Cryptocurrencies were created in hopes that they would ensure stability, as well as security and safety for their users. Legendary Satoshi Nakamoto – whoever that might be – promised that blockchain, with its comprehensive security firewalls, would be virtually uncrackable for any modern hacker.
Yet here we are, with cyber-crime on cryptocurrencies rising every single year and affecting its users gravely. Just one piece of information, that the number of malicious crypto mining software has increased by almost 95% from 2017 to 2018 is sufficient to prove this point and make us doubt the ultimate resilience of blockchain against hackers.
In South Africa, the crypto-attacks have increased exponentially, having exhausted the conventional mining devices and penetrating the smartphone industry. As experts from Kaspersky Lab claim, crypto-related attacks on smartphones are seriously increasing in this African country.
The promise of an ideal platform
When Satoshi Nakamoto came up with an idea to create a peer-to-peer technology where every process would be governed by the users, it was promised that blockchain would do away with some of the biggest issues associated with conventional ledger systems, predominantly in the financial world.
Some of the biggest issues were the lack of security of financial accounts, the compliance to the governmental monetary policies, and the non-existent anonymity for transactions. When it comes to security, blockchain was supposed to be this well-protected system that would update its security protocols every time a new transaction was made.
As for the monetary policies and other political measures, blockchain was a completely decentralized entity that was only governed by its users. This way, only the market forces of supply and demand would dictate the actual price of cryptocurrencies.
And lastly, the blockchain platform guaranteed the anonymity of transactions. This was made possible by the cryptographic mechanism used on the platform, which turned users into anonymous entities whose identity was covered and only the vague details about their transactions were visible.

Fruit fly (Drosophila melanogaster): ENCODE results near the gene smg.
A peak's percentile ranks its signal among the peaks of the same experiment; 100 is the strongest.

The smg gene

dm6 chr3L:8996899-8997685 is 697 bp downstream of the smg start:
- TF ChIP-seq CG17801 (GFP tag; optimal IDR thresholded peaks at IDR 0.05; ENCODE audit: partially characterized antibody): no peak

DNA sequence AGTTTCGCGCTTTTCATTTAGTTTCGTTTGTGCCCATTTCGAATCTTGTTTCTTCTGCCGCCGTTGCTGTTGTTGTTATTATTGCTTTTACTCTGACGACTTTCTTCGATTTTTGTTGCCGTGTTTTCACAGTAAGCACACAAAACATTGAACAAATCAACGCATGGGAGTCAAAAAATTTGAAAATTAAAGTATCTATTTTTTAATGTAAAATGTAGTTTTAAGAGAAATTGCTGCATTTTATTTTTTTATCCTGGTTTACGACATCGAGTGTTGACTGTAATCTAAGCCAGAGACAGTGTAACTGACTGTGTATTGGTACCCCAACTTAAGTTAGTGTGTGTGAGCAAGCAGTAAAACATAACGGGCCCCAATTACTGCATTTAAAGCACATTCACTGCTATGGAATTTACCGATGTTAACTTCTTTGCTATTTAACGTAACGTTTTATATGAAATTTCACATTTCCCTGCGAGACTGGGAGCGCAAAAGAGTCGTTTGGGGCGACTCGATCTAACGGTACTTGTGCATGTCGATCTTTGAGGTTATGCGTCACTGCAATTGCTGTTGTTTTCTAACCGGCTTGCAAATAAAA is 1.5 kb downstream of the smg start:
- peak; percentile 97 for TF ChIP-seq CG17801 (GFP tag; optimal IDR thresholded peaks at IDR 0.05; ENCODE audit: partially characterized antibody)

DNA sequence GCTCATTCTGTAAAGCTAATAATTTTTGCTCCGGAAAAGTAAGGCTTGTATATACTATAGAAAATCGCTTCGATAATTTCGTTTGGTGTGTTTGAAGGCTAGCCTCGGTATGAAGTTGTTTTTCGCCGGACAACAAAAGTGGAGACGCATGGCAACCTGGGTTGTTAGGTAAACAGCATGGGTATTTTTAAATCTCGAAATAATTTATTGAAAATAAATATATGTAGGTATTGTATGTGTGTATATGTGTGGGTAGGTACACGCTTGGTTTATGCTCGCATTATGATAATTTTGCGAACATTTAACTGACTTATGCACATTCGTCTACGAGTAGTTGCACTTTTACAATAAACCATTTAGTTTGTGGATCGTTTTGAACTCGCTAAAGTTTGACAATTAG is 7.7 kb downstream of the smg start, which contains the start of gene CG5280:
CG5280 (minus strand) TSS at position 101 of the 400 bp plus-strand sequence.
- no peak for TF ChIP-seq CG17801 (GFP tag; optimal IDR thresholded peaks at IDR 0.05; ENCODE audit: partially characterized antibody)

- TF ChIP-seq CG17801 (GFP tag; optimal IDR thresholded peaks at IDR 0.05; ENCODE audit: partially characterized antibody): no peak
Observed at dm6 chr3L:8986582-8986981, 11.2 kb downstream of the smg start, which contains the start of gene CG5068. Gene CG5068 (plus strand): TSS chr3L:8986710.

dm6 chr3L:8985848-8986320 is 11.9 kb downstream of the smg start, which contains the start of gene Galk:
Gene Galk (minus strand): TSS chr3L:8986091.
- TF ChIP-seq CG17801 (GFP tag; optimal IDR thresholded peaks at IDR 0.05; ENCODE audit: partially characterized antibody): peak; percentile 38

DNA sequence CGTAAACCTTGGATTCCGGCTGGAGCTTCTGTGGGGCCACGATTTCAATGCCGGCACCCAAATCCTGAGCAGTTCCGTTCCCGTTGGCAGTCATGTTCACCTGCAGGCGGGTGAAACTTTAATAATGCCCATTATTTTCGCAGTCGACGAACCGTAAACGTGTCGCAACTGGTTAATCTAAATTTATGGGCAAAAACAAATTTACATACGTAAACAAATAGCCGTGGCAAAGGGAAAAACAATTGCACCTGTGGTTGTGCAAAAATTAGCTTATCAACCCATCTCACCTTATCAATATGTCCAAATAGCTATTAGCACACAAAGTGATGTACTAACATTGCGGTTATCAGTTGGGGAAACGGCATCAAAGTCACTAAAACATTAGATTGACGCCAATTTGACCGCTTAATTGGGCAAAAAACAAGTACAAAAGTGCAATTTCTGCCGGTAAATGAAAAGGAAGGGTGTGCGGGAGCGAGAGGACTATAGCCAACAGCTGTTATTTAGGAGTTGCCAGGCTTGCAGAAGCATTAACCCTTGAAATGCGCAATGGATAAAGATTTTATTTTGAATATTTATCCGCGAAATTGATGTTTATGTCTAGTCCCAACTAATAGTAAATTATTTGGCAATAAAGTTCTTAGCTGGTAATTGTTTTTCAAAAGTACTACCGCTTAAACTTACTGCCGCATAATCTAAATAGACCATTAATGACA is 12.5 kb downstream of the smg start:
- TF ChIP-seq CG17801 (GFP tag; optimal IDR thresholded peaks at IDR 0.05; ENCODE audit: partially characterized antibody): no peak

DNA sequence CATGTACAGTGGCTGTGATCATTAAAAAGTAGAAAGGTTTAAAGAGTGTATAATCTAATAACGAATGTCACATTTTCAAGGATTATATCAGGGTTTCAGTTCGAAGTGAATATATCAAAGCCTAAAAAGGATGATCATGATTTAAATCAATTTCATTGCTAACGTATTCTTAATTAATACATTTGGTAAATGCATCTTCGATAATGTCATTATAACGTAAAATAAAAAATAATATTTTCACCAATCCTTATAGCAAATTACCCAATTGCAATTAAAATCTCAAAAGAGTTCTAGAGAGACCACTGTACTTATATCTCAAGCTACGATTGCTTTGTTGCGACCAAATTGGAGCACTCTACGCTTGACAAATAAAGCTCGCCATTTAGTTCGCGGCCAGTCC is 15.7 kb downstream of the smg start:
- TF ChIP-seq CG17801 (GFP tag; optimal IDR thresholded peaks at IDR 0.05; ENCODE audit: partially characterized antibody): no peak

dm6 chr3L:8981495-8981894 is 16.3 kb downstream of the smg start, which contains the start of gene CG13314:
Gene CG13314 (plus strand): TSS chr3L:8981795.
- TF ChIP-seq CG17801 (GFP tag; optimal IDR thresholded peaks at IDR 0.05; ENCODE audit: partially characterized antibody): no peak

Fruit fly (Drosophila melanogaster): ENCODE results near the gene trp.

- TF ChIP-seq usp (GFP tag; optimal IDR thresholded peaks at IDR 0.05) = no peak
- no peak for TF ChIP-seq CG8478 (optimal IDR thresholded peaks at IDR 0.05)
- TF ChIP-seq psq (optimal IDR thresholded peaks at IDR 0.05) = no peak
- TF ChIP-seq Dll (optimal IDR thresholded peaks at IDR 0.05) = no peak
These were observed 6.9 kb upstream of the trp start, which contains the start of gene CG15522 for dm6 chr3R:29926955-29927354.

Not very ideal in real life
So, on paper, blockchain looked pretty ideal for many users. However, as the technology became more and more popular and cryptocurrencies hit the market, many cases of crypto-attacks began to emerge on the surface.
One example of the massive crypto-attacks has occurred in South Africa, where many users and businesses use cryptocurrencies. A great example of this trend is a South African bitcoin casino which uses cryptocurrencies for its deposits, as well as withdrawals and the actual gaming process.
But all is not sunshine and rainbows there. In fact, lots of smartphone users are becoming easy targets for crypto-hackers. According to the Kaspersky Lab Africa managing director of cybersecurity experts, Riaan Badenhorst, cyber-crime targeting South African smartphone users is on the rise in the country.
As our readers may already know, cryptocurrencies are created through a process called mining. Mining uses a ridiculous amount of computing power to solve complicated riddles and generate new tokens of various cryptocurrencies, be it Bitcoin, Litecoin, or anything else.
Targeting South Africans’ smartphones
According to Badenhorst, crypto-hackers target exactly that feature and use targets’ smartphones to mine new tokens. This happens through a malware sent to people via various methods, be it email or social media. And when users open the file, it gives hackers complete access to the smartphone’s computing capabilities.